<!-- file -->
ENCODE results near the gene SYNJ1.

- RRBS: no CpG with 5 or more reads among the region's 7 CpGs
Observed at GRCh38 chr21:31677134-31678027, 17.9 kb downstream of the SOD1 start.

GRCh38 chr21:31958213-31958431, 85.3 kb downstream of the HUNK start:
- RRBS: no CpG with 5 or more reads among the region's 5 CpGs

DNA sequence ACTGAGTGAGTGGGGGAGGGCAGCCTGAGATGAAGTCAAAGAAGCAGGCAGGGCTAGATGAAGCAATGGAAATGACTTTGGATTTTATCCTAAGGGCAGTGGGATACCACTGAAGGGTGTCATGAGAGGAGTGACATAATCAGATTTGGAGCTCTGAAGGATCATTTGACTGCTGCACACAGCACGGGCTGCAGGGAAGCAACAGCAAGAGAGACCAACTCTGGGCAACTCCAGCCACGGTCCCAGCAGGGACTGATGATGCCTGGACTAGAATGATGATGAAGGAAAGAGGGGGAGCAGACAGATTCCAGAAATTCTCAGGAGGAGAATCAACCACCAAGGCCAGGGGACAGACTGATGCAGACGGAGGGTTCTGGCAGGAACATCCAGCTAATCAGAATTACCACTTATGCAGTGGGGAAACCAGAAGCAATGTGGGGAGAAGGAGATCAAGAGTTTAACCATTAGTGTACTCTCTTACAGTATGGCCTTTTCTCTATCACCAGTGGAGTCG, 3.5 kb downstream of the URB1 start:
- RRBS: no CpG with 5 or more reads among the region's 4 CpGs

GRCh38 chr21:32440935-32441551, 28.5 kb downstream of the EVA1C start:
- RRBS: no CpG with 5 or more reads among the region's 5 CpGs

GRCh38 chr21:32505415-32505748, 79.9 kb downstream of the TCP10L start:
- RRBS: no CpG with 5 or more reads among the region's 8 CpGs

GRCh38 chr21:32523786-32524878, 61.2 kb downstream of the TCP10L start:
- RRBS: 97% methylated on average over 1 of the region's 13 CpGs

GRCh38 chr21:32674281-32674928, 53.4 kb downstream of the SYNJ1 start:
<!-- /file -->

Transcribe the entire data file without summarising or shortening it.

ENCODE results near the gene SYNJ1.

- RRBS: no CpG with 5 or more reads among the region's 7 CpGs
Observed at GRCh38 chr21:31677134-31678027, 17.9 kb downstream of the SOD1 start.

GRCh38 chr21:31958213-31958431, 85.3 kb downstream of the HUNK start:
- RRBS: no CpG with 5 or more reads among the region's 5 CpGs

DNA sequence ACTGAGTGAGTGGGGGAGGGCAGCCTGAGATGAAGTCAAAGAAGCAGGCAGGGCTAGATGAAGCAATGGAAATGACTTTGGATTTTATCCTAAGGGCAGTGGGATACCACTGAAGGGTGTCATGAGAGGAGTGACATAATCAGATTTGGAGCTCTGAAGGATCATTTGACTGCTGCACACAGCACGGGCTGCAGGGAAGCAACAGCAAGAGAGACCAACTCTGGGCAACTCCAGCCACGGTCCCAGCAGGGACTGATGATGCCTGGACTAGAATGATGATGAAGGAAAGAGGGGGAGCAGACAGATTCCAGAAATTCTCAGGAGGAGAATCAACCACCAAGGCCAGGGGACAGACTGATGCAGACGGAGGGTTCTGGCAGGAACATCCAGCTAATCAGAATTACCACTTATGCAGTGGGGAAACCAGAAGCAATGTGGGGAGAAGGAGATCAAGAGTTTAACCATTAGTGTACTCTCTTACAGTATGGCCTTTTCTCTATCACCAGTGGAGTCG, 3.5 kb downstream of the URB1 start:
- RRBS: no CpG with 5 or more reads among the region's 4 CpGs

GRCh38 chr21:32440935-32441551, 28.5 kb downstream of the EVA1C start:
- RRBS: no CpG with 5 or more reads among the region's 5 CpGs

GRCh38 chr21:32505415-32505748, 79.9 kb downstream of the TCP10L start:
- RRBS: no CpG with 5 or more reads among the region's 8 CpGs

GRCh38 chr21:32523786-32524878, 61.2 kb downstream of the TCP10L start:
- RRBS: 97% methylated on average over 1 of the region's 13 CpGs

GRCh38 chr21:32674281-32674928, 53.4 kb downstream of the SYNJ1 start: